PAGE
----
Cutta Cutta Caves Nature Park covers 1,499 hectares of limestone
(Karst) landscape, which is limited to only a few locations in Northern
Australia. Spectacular features such as Karst formations and complex
cave networks are a feature of the Park. Tower-like masses of Tindal
limestone with some supporting large boulders and various surface
depressions are other features of this landscape.
The park is open daily all year, however during the Wet Season
(December to April) the caves may be closed due to flooding. The most
comfortable time to visit the park is between May and August.
The park concession conducts daily guided tours, generally conducted
on the hour, of the cave system. A small kiosk sells tour tickets,
refreshments and souvenirs. Toilets, picnic facilities and covered
seating are provided.
The cave tours are guided, so please do not enter the caves
unattended. While underground, do not touch or damage the calcite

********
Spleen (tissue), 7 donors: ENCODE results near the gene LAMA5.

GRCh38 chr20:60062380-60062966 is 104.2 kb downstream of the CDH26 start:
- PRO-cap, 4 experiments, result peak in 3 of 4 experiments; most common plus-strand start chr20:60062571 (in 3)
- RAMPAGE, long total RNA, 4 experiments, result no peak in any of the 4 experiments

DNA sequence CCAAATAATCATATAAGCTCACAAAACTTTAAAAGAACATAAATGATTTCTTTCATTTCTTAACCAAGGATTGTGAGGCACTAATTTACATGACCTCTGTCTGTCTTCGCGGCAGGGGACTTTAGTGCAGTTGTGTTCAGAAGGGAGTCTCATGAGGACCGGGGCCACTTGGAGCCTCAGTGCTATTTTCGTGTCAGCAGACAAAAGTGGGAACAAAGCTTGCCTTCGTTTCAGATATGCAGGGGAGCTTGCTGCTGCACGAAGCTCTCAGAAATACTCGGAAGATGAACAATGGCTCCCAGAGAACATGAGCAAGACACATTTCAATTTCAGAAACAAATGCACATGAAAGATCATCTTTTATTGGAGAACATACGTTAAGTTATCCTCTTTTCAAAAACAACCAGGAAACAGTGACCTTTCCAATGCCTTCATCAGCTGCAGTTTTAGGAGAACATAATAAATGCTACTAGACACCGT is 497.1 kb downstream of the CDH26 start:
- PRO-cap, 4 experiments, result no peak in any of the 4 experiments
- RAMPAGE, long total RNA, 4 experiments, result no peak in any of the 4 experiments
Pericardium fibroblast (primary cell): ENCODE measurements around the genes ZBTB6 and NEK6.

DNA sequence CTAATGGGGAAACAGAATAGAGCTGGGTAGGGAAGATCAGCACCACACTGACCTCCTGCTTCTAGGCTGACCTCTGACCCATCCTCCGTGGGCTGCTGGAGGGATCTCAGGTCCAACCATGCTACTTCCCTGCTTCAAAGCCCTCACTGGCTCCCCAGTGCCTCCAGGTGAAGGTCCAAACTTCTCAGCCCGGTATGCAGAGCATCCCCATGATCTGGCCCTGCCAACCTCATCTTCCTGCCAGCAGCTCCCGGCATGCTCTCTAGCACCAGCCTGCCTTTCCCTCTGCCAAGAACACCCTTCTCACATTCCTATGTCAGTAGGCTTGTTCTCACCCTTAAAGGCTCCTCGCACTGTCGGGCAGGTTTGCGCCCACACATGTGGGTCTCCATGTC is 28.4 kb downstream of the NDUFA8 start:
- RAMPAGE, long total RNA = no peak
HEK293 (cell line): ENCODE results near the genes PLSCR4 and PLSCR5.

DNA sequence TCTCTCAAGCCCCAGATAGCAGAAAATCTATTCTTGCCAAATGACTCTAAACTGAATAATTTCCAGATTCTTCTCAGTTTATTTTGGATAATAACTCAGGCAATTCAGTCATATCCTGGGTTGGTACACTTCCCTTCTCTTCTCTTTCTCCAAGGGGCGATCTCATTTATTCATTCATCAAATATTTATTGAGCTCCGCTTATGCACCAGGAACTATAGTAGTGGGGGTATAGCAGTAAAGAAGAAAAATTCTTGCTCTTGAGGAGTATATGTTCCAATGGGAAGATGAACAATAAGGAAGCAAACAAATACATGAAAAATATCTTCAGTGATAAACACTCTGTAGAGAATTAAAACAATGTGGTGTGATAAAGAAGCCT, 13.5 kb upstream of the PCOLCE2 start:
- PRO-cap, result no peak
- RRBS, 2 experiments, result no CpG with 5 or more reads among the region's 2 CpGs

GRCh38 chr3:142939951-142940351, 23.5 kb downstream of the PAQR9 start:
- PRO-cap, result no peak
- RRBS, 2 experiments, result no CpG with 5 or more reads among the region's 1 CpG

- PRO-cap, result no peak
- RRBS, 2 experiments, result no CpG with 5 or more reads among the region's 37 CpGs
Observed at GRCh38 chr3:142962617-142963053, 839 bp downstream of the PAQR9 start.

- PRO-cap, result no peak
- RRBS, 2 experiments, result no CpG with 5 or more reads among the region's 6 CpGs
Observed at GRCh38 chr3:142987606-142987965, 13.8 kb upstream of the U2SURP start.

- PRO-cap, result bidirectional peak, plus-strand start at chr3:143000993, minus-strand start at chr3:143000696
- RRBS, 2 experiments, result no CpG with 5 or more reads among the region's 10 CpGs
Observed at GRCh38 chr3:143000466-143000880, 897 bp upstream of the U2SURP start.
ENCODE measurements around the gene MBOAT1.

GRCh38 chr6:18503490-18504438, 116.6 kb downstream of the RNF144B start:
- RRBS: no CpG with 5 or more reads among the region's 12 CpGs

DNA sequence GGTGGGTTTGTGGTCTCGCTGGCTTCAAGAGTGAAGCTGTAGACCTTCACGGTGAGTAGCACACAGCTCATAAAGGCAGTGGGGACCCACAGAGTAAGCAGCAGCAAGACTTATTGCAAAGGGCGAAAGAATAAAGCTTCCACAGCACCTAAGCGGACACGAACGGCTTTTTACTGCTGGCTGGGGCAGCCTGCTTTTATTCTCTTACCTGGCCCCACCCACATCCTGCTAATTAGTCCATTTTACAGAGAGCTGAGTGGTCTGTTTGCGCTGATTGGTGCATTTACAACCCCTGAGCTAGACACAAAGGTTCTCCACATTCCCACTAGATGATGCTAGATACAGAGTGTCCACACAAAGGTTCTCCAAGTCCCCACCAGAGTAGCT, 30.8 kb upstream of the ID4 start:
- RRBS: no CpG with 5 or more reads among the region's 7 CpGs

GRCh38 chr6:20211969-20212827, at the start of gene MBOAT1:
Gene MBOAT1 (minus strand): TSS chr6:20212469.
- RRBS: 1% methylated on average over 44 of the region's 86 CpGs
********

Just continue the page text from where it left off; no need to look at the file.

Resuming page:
formation. Keep to the walking tracks and remember all cultural items
and wildlife are protected.
A Tropical Woodland walk begins near the carpark and enables
visitors to experience the open tropical woodland. Allow 10 to 20
minutes to complete the walk.
Plants and Animals
The cave environment is home to a variety of wildlife. The harmless
brown tree snake, Boiga irregularisis, is often seen coiled upon cave
ledges. Five species of cave-dwelling bat occur in the deeper areas of
the main cave, although most are rarely seen. Two of the species
recorded, the ghost bat, Macroderma gigas, and the orange horse-shoe
bat, Rhinonicteris aurantius, are rare and highly specialised species.
Two species of blind shrimp, Parisia ungius and Parisia gracilis,
which have no body pigment and are completely blind, inhabit the cave.
The only other closely related species of shrimp is found in
Madagascar, off the coast of Africa. Around 170 species of birds have
been recorded in the Park, including the hooded parrot, Psephotus
dissimilis, and the endangered Gouldian finch, Erythrura gouldiae.
The Park is dominated by open woodland, however at the entrance to
the cave systems and covering some areas of limestone are unique
clusters of tropical rainforest/vine thicket. These scattered thickets
are the remains of rainforest which once covered the northern parts of
Australia. The most striking feature of this habitat is the native fig,
Fiscus virens var. dasycarpa. The caves provide an easy passageway for
the figs long roots.